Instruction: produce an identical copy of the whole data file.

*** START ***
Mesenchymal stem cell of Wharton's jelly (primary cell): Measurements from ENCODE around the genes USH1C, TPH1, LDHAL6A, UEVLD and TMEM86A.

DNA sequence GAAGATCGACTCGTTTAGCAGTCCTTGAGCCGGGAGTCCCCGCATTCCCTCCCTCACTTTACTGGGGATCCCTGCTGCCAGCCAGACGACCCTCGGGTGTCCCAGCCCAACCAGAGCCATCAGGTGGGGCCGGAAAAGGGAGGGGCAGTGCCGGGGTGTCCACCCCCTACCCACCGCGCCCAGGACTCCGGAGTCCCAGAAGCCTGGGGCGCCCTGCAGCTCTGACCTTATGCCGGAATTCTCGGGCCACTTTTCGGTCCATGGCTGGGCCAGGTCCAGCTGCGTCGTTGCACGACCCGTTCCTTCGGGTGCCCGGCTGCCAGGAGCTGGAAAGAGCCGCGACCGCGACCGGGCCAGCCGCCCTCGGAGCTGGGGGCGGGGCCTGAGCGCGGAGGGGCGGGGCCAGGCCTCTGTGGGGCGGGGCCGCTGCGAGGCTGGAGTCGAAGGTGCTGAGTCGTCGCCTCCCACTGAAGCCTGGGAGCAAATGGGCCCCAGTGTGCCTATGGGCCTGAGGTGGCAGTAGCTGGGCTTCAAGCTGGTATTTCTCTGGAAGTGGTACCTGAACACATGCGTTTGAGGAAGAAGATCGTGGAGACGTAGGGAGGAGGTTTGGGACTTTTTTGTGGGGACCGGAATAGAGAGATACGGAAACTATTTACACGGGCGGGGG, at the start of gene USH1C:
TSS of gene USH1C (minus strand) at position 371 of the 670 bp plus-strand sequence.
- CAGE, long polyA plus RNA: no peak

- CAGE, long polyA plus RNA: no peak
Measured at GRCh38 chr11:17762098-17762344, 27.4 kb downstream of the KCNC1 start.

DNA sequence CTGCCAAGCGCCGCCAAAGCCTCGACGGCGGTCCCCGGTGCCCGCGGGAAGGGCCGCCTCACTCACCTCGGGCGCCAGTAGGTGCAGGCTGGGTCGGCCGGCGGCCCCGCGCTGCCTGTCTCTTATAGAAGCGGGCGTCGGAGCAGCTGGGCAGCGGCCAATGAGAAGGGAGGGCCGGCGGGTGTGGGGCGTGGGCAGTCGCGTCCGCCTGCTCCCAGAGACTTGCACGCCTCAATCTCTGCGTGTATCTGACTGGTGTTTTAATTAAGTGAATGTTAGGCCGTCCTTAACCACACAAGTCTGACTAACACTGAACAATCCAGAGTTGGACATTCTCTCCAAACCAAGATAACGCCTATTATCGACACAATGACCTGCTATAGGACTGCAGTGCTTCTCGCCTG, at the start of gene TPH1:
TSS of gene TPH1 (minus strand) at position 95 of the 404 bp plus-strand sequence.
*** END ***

Mesenchymal stem cell of Wharton's jelly (primary cell): Measurements from ENCODE around the genes USH1C, TPH1, LDHAL6A, UEVLD and TMEM86A.

DNA sequence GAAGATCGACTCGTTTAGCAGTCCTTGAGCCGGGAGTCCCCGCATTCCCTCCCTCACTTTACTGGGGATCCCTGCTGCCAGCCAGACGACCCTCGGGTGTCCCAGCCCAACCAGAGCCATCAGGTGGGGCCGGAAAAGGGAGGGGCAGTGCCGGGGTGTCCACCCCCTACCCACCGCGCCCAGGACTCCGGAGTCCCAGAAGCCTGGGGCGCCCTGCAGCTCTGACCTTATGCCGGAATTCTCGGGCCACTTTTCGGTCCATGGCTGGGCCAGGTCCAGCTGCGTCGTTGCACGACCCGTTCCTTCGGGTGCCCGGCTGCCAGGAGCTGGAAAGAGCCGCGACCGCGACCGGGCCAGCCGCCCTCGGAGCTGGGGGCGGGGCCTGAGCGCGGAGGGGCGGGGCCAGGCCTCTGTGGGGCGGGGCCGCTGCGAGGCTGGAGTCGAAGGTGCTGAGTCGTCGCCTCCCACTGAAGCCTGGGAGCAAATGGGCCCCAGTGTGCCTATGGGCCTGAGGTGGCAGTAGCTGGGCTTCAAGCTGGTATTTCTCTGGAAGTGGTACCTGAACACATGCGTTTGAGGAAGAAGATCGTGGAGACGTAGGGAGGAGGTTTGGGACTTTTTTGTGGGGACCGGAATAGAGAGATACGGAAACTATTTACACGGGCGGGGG, at the start of gene USH1C:
TSS of gene USH1C (minus strand) at position 371 of the 670 bp plus-strand sequence.
- CAGE, long polyA plus RNA: no peak

- CAGE, long polyA plus RNA: no peak
Measured at GRCh38 chr11:17762098-17762344, 27.4 kb downstream of the KCNC1 start.

DNA sequence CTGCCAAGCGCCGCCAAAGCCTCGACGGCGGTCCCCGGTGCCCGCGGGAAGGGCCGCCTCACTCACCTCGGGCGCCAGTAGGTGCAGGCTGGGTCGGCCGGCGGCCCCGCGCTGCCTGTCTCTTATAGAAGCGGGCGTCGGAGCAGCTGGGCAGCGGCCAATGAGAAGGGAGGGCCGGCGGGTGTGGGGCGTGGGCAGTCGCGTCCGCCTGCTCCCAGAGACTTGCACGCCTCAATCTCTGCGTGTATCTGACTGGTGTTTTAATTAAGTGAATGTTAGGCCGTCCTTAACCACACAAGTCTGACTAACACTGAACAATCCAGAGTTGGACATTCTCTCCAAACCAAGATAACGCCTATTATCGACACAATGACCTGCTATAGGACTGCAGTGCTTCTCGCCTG, at the start of gene TPH1:
TSS of gene TPH1 (minus strand) at position 95 of the 404 bp plus-strand sequence.